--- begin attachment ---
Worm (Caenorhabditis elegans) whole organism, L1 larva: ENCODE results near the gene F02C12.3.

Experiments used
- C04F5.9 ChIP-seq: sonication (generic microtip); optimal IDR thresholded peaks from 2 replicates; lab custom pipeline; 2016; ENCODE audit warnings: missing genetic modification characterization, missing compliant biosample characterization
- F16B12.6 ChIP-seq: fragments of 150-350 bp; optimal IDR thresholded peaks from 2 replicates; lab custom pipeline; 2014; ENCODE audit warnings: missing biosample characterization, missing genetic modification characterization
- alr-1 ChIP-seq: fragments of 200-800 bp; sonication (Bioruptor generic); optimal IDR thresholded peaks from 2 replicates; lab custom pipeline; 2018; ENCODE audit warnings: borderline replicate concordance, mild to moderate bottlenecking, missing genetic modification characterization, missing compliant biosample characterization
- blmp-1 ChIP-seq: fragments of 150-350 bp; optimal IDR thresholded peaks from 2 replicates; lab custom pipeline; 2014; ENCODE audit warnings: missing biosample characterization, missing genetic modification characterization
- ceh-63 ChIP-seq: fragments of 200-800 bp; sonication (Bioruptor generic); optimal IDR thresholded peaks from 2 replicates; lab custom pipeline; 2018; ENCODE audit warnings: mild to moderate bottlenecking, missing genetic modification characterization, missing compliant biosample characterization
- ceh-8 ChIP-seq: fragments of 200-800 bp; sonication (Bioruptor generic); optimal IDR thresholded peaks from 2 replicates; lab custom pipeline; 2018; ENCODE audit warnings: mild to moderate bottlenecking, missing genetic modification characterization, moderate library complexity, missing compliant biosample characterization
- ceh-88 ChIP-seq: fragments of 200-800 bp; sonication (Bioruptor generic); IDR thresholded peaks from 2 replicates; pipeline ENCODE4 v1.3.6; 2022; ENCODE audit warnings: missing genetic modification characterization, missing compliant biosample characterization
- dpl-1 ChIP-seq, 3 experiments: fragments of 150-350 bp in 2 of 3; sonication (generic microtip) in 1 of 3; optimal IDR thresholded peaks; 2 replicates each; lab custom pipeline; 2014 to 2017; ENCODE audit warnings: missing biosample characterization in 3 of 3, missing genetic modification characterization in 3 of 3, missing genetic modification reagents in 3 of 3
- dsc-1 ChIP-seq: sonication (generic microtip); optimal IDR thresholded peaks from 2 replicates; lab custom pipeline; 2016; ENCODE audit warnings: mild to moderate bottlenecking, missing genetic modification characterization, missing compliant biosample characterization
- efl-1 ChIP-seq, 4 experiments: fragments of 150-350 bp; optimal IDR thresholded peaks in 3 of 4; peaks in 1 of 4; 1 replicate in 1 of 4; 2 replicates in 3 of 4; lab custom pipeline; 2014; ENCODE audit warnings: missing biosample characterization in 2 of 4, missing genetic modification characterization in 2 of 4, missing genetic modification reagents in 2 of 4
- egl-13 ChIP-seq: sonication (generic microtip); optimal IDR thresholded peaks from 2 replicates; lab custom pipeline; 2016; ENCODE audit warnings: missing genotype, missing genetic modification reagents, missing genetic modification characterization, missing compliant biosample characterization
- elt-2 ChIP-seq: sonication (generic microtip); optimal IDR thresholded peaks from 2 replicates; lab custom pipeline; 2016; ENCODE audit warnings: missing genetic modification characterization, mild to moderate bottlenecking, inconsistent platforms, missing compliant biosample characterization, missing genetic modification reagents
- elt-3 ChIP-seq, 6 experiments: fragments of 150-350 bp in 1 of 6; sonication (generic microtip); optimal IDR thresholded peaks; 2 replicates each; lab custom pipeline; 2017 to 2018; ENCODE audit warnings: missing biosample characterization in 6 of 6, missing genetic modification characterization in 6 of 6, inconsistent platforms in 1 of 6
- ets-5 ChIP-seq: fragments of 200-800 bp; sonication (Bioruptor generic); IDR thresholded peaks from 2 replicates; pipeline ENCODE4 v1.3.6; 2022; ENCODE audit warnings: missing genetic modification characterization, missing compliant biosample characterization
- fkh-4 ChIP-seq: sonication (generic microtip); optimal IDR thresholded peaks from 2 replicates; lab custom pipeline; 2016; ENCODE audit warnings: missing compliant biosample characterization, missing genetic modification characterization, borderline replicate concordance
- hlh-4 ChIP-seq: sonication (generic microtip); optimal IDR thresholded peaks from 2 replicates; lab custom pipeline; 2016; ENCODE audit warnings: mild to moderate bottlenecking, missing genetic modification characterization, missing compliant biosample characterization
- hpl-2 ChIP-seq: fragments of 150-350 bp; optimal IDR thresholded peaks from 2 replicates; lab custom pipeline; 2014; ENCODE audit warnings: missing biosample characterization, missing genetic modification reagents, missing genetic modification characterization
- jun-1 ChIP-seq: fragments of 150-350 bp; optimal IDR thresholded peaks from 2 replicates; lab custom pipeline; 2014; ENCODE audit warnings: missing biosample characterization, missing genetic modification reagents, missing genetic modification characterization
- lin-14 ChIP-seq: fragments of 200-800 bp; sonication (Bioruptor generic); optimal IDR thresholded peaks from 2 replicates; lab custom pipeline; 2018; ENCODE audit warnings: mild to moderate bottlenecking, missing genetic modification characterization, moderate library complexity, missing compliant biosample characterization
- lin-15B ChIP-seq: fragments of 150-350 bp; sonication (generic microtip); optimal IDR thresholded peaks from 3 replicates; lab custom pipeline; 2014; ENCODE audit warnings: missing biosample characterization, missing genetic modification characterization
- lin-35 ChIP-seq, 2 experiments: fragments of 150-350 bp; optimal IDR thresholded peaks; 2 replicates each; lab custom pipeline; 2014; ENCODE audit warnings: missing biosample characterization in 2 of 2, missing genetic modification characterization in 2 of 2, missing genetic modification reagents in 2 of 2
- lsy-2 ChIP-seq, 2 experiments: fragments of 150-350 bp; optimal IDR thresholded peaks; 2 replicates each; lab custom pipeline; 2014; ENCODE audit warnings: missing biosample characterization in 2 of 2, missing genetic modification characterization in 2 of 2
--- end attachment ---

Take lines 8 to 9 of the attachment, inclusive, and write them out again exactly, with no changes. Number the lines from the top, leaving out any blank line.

- ceh-8 ChIP-seq: fragments of 200-800 bp; sonication (Bioruptor generic); optimal IDR thresholded peaks from 2 replicates; lab custom pipeline; 2018; ENCODE audit warnings: mild to moderate bottlenecking, missing genetic modification characterization, moderate library complexity, missing compliant biosample characterization
- ceh-88 ChIP-seq: fragments of 200-800 bp; sonication (Bioruptor generic); IDR thresholded peaks from 2 replicates; pipeline ENCODE4 v1.3.6; 2022; ENCODE audit warnings: missing genetic modification characterization, missing compliant biosample characterization